top of page

Development Analytics Studied the Feasibility of Using Digital ID and Alternative Data Sources to Support the Financial Inclusion of Refugees in Turkey through a Project Financed by EBRD

August 2022

Development Analytics Studied the Feasibility of Using Digital ID and Alternative Data Sources to Support the Financial Inclusion of Refugees in Turkey through a Project Financed by EBRD

With almost 4 million Syrian refugees in Turkey, the country hosts the largest refugee population in the world.¹ However, barriers to accessing formal commercial structures place refugees at higher risk of turning to informal work and prevent them from benefiting from formal rights in public life that is required for a stable future. As a result, self-reliance remains a challenge in practice, and difficulties related to employment and accessing finance become Syrians' most commonly cited problems. The financial inclusion of Syrian refugees is one of the most vital issues of the Turkish refugee response and, by extension, an important topic for Europe to address the vulnerability of refugees without access to financial structures. 

Given the importance of supporting refugees in access to financial services, Development Analytics has recently carried out a project on "Exploring the Use of Digital ID and Big Data for the Financial Inclusion of Refugees in Istanbul" for the European Bank for Reconstruction and Development (EBRD) and Istanbul Metropolitan Municipality (IMM) in collaboration with the Oxford Centre for Technology and Development (OCTD).

The goal of this project was twofold to better engage with stakeholders and to discuss alternative ways of credit scoring and affordability tests for refugees in Turkey. Accordingly, the study's first phase aimed to raise awareness of the key stakeholders among Turkish authorities and financial institutions to incite action that enhances Turkey's refugee response to financial inclusion, examined their approaches and provided alternative digital identity solutions to overcome challenges with the support of frontier technologies. The aim of the project's second phase was to assess the feasibility of applying digital ID technologies and using machine learning models and alternative data sources to foster the financial inclusion of Syrian refugee entrepreneurs in Turkey. The methodological aspect of this study involved an extensive literature review, key informant interviews and a roundtable discussion that was held and attended by 40+ individuals representing various organisations and sectors, from central and local authorities and international and financial institutions to technology providers, academics, UN agencies and NGOs Organisations.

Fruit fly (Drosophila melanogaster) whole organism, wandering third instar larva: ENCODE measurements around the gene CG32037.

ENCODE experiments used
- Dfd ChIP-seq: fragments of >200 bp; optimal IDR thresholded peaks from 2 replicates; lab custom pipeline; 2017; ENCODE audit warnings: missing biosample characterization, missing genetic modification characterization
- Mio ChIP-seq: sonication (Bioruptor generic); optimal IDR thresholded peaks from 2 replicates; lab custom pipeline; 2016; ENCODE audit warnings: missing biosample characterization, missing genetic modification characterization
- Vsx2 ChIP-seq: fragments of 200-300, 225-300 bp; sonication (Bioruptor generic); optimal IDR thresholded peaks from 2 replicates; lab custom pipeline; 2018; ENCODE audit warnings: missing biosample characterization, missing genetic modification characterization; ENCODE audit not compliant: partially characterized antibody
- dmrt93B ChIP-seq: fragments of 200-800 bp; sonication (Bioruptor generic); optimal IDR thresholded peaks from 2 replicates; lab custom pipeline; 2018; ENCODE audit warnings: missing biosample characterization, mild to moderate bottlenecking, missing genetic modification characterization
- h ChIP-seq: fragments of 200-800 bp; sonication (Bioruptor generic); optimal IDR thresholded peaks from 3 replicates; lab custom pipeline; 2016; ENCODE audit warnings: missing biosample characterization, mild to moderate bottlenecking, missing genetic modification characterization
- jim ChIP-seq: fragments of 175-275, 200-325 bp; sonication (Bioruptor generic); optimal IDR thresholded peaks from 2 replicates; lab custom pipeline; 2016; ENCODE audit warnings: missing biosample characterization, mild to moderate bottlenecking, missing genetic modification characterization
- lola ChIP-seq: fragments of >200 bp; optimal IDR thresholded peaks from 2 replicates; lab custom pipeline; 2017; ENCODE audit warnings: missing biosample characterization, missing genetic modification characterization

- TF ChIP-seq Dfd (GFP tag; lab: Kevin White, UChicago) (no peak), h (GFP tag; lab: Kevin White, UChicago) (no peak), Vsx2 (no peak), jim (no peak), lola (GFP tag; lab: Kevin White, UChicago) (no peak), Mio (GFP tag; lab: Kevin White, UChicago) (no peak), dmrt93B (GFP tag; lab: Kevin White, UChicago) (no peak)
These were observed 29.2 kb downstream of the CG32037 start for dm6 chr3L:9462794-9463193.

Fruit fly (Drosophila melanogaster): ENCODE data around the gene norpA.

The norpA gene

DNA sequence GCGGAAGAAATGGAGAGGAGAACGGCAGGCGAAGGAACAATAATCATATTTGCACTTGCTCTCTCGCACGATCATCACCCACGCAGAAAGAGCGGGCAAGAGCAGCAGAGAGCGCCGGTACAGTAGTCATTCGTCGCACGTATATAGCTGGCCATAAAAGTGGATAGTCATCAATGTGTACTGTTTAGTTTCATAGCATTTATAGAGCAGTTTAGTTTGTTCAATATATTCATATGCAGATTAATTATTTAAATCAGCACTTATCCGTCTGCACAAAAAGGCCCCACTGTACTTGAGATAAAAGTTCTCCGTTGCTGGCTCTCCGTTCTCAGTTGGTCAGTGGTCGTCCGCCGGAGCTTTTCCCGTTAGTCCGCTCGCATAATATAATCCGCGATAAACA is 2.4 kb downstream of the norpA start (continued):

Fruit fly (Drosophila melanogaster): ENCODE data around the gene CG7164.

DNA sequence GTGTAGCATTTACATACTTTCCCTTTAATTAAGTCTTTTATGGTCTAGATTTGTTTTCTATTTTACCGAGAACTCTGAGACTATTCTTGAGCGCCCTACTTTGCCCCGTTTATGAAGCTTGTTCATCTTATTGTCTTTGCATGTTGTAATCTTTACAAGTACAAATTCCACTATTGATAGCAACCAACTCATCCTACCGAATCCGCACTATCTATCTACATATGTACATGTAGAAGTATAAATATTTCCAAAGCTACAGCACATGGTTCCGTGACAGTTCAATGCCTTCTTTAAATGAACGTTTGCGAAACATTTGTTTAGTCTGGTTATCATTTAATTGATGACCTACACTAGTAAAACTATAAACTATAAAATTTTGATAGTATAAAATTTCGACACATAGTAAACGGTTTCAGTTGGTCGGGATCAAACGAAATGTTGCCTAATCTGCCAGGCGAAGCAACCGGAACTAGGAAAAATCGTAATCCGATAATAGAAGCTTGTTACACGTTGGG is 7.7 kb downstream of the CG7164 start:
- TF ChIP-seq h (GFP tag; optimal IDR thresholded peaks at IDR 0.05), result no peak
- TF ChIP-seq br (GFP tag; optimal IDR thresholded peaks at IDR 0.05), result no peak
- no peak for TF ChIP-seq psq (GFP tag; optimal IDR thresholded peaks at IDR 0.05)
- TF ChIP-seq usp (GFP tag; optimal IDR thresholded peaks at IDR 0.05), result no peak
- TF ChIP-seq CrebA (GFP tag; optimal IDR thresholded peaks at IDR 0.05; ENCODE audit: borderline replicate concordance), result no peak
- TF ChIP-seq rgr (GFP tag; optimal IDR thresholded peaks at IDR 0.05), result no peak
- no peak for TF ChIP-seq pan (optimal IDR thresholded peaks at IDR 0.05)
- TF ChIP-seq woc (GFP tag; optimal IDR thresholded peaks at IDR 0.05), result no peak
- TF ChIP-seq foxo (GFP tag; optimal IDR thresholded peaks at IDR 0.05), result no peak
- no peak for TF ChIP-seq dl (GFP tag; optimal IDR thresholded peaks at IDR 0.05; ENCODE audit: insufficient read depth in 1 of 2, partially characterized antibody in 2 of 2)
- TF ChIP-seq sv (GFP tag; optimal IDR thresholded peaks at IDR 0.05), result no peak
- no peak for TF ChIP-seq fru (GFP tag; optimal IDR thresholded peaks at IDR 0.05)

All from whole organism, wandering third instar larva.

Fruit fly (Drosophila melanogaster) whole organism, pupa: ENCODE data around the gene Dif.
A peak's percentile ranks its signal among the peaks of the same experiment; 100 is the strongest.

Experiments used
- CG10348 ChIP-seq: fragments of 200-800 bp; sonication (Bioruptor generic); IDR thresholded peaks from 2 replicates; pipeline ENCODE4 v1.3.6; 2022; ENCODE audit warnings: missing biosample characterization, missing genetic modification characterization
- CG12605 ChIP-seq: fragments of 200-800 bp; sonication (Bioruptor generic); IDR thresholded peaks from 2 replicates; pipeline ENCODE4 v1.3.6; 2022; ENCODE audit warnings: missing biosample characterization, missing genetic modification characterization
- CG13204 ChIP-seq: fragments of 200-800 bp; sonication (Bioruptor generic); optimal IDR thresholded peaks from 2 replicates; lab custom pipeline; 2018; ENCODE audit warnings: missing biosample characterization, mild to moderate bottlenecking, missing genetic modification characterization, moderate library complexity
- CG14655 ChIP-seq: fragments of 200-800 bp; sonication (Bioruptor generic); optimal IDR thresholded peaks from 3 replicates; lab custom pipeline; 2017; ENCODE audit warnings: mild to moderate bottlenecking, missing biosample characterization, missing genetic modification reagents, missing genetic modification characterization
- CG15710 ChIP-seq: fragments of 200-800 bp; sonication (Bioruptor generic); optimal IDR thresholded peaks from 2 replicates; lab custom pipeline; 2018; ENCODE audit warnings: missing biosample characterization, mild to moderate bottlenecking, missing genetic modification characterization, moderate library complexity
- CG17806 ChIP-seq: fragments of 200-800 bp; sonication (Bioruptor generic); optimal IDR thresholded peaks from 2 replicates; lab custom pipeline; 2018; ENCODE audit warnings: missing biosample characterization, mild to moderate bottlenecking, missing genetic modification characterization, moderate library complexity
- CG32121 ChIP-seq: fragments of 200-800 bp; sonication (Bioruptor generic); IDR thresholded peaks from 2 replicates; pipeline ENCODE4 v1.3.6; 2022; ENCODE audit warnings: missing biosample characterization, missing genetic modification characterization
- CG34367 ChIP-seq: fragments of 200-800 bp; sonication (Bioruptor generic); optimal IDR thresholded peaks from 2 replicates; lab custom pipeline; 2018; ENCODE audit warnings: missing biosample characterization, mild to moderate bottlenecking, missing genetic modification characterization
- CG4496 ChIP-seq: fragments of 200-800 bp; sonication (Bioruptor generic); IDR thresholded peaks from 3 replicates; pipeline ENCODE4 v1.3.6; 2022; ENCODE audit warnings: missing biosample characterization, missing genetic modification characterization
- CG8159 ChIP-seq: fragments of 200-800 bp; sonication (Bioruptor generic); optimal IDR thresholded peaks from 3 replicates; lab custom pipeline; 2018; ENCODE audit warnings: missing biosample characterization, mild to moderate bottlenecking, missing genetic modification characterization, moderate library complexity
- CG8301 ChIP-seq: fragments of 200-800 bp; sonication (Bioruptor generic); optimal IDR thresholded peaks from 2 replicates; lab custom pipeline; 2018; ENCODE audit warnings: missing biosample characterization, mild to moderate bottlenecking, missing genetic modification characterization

The study comprehensively discussed data security and privacy practices along with ethical considerations that would potentially promote inclusiveness and empower refugees. Furthermore, with a special focus on refugees living in Istanbul, the study investigated the alternative data sources through various and reliable channels ranging from mobility data to the enrolment records of occupational activities/training. Addressing those alternative data sources, the study discussed the potential of using machine learning algorithms to predict the income level of refugees and develop credit scoring models. With the aspiration of offering innovative solutions for the financial inclusion of refugees, the study also provided a comprehensive analysis of case studies and international studies in various countries such as Jordan, Colombia and Kenya, where alternative data sources and digital identity projects were previously considered. 

¹ UNHCR Turkey (2022). Refugees and Asylum Seekers in Turkey. Retrieved from:
UNHCR (2022). Refugee Statistics. Retrieved from:
Note: Turkey’s first asylum law, Law no.6458 on Foreigners and International Protection (LoFIP) regulates provision of subsidiary protection status and provides legal basis for the temporary protection regime. “Turkey declared Temporary Protection for the Syrian nationals and stateless persons, whose habitual residence was in Syria, seeking protection in Turkey” in October 2011.
Source: UNHCR (n.d.) Submission by the United Nations High Commissioner for Refugees For the Office of the High Commissioner for Human Rights’ Compilation Report – Universal Periodic Review. Retrieved from:

bottom of page